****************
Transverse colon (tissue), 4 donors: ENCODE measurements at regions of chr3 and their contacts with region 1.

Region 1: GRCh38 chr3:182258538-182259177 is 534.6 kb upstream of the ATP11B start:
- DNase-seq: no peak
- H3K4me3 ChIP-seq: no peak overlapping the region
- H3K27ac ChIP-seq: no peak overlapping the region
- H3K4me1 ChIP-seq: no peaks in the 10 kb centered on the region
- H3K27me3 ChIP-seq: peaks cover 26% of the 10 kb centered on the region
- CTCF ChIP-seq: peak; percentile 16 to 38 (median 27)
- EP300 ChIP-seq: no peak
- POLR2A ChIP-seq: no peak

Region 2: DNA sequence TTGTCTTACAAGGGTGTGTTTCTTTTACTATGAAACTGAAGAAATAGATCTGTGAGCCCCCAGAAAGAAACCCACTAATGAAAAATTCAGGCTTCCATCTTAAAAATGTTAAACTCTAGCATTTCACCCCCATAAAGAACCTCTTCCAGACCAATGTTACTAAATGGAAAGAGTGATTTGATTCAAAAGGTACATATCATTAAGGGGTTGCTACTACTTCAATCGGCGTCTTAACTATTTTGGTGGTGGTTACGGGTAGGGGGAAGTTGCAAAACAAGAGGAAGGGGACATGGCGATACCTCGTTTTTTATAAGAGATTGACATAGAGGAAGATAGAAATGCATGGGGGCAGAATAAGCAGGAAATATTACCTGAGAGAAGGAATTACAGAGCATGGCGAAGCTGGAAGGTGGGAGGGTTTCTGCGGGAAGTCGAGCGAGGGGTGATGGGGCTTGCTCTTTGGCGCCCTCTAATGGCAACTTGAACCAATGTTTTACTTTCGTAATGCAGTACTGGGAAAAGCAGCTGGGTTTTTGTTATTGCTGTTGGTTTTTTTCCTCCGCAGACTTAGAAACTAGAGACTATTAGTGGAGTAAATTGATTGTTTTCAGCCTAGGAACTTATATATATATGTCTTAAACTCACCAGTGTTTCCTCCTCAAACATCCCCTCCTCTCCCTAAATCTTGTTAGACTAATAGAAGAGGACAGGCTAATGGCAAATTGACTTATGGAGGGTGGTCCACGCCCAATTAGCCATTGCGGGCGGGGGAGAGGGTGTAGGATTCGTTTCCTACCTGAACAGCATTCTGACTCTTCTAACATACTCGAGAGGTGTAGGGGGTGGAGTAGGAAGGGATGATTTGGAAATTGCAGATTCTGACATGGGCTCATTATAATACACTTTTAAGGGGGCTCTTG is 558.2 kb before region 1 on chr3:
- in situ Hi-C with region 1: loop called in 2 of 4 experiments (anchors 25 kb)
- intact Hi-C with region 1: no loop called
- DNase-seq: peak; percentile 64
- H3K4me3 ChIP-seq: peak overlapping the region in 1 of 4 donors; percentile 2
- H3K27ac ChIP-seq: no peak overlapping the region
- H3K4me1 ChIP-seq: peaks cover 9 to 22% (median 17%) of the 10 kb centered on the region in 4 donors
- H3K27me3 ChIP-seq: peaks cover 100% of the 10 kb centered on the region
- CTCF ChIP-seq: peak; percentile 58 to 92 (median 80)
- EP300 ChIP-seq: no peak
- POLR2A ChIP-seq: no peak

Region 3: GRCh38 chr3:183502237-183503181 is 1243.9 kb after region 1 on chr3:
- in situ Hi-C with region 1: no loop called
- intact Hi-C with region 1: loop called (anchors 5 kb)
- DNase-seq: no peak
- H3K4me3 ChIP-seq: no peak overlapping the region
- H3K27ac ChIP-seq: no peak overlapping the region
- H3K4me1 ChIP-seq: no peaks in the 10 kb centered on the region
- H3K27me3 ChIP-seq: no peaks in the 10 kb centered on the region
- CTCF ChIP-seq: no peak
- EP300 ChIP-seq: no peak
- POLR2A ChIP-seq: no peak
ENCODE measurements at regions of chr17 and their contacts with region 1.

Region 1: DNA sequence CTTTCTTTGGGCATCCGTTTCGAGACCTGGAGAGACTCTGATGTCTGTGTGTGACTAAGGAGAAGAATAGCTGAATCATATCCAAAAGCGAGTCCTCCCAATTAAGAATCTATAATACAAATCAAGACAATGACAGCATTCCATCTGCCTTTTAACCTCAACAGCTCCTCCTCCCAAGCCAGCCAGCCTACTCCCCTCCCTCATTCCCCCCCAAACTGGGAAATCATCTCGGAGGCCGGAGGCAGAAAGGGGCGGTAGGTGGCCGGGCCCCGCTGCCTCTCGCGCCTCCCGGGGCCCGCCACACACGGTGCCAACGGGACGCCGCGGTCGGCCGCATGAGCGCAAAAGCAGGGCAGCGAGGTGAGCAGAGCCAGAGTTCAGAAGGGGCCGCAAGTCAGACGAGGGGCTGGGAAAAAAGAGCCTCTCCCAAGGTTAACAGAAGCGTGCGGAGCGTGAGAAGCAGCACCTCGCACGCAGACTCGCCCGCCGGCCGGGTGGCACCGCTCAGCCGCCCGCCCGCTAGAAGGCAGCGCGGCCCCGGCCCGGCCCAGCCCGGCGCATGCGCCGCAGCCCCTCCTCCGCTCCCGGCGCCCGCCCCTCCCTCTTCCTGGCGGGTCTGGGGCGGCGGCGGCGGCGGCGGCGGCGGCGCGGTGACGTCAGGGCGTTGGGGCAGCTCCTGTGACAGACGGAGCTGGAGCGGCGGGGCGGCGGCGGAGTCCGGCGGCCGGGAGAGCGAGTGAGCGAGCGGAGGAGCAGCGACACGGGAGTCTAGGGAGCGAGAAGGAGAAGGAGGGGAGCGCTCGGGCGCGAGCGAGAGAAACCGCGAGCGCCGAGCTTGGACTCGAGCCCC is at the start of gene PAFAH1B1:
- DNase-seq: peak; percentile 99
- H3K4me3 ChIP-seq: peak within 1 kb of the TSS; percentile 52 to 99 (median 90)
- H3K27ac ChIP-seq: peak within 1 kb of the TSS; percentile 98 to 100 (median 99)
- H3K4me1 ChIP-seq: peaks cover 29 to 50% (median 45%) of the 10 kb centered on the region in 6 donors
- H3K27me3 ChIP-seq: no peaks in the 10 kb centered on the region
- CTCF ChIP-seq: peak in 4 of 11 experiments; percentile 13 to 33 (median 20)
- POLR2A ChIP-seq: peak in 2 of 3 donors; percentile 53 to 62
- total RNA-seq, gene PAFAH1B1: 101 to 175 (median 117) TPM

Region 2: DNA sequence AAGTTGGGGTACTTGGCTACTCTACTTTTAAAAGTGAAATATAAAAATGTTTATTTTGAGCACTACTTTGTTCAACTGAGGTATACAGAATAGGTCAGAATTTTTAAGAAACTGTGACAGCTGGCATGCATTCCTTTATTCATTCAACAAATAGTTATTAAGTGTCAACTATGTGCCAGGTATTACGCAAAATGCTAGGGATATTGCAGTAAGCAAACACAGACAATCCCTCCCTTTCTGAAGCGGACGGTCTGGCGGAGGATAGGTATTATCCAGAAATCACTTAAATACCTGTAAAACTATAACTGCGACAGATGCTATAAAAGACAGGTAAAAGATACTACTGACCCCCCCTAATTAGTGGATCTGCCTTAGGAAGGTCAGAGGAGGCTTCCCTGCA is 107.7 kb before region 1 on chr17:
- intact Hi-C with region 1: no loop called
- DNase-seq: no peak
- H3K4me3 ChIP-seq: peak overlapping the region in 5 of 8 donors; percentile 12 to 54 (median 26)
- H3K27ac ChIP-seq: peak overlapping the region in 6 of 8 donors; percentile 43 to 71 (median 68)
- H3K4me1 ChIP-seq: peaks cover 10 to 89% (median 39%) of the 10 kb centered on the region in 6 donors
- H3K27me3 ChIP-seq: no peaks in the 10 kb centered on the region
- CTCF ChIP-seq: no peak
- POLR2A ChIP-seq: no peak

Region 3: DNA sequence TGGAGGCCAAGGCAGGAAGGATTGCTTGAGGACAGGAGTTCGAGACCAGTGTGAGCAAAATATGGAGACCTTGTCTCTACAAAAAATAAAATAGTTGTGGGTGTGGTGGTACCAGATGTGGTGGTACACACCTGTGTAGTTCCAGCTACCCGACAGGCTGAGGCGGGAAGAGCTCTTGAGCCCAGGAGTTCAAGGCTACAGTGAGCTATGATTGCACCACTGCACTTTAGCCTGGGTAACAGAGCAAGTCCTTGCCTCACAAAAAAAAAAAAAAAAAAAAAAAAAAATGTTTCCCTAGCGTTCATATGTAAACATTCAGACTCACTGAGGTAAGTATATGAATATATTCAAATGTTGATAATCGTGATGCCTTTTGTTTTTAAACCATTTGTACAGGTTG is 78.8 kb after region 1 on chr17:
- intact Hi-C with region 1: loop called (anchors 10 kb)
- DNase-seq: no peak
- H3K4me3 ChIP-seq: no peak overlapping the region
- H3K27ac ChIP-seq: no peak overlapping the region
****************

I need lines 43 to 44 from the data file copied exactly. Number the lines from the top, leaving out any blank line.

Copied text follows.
Region 2: DNA sequence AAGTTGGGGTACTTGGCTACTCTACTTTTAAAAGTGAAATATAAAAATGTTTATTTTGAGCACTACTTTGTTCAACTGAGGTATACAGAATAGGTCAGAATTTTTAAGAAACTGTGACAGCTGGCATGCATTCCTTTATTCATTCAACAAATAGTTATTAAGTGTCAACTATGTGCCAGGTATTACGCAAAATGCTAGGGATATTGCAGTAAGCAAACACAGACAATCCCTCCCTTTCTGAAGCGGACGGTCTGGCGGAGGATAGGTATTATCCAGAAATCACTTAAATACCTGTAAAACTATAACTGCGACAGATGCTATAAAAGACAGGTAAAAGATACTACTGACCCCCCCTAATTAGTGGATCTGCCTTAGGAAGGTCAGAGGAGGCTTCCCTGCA is 107.7 kb before region 1 on chr17:
- intact Hi-C with region 1: no loop called